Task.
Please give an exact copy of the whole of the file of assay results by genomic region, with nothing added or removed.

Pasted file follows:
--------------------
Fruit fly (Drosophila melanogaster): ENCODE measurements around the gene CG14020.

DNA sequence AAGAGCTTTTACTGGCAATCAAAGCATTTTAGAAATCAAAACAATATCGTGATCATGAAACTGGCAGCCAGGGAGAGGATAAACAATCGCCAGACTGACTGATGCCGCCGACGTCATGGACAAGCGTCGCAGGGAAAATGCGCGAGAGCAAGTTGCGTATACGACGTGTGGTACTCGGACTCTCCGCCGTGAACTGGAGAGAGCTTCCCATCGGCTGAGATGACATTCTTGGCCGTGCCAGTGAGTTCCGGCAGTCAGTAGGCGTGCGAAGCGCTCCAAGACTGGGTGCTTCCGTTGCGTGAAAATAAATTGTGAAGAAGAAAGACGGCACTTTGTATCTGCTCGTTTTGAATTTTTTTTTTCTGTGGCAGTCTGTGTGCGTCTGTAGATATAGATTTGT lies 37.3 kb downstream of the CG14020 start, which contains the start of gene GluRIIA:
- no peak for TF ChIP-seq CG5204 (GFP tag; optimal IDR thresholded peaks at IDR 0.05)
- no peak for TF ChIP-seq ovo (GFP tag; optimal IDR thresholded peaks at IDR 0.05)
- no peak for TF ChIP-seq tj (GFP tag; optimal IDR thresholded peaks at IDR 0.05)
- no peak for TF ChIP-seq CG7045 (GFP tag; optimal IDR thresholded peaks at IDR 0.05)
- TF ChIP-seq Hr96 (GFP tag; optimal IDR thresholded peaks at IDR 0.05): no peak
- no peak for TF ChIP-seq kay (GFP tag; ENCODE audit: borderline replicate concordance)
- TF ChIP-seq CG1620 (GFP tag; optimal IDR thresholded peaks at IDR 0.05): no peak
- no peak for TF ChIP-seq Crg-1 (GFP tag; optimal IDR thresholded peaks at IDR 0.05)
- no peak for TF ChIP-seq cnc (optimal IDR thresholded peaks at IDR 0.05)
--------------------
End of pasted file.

Fruit fly (Drosophila melanogaster): ENCODE measurements around the gene CG14020.

DNA sequence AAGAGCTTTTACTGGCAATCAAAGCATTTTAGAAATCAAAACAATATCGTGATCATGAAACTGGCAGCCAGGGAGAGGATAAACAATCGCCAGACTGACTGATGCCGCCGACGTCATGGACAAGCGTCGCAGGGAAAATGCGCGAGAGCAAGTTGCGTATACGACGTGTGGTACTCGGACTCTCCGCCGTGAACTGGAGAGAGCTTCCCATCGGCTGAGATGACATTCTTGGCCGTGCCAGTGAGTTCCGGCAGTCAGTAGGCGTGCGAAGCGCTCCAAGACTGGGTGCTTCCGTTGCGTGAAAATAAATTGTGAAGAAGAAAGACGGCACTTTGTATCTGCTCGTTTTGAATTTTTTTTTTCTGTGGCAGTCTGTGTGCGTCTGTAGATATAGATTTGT lies 37.3 kb downstream of the CG14020 start, which contains the start of gene GluRIIA:
- no peak for TF ChIP-seq CG5204 (GFP tag; optimal IDR thresholded peaks at IDR 0.05)
- no peak for TF ChIP-seq ovo (GFP tag; optimal IDR thresholded peaks at IDR 0.05)
- no peak for TF ChIP-seq tj (GFP tag; optimal IDR thresholded peaks at IDR 0.05)
- no peak for TF ChIP-seq CG7045 (GFP tag; optimal IDR thresholded peaks at IDR 0.05)
- TF ChIP-seq Hr96 (GFP tag; optimal IDR thresholded peaks at IDR 0.05): no peak
- no peak for TF ChIP-seq kay (GFP tag; ENCODE audit: borderline replicate concordance)
- TF ChIP-seq CG1620 (GFP tag; optimal IDR thresholded peaks at IDR 0.05): no peak
- no peak for TF ChIP-seq Crg-1 (GFP tag; optimal IDR thresholded peaks at IDR 0.05)
- no peak for TF ChIP-seq cnc (optimal IDR thresholded peaks at IDR 0.05)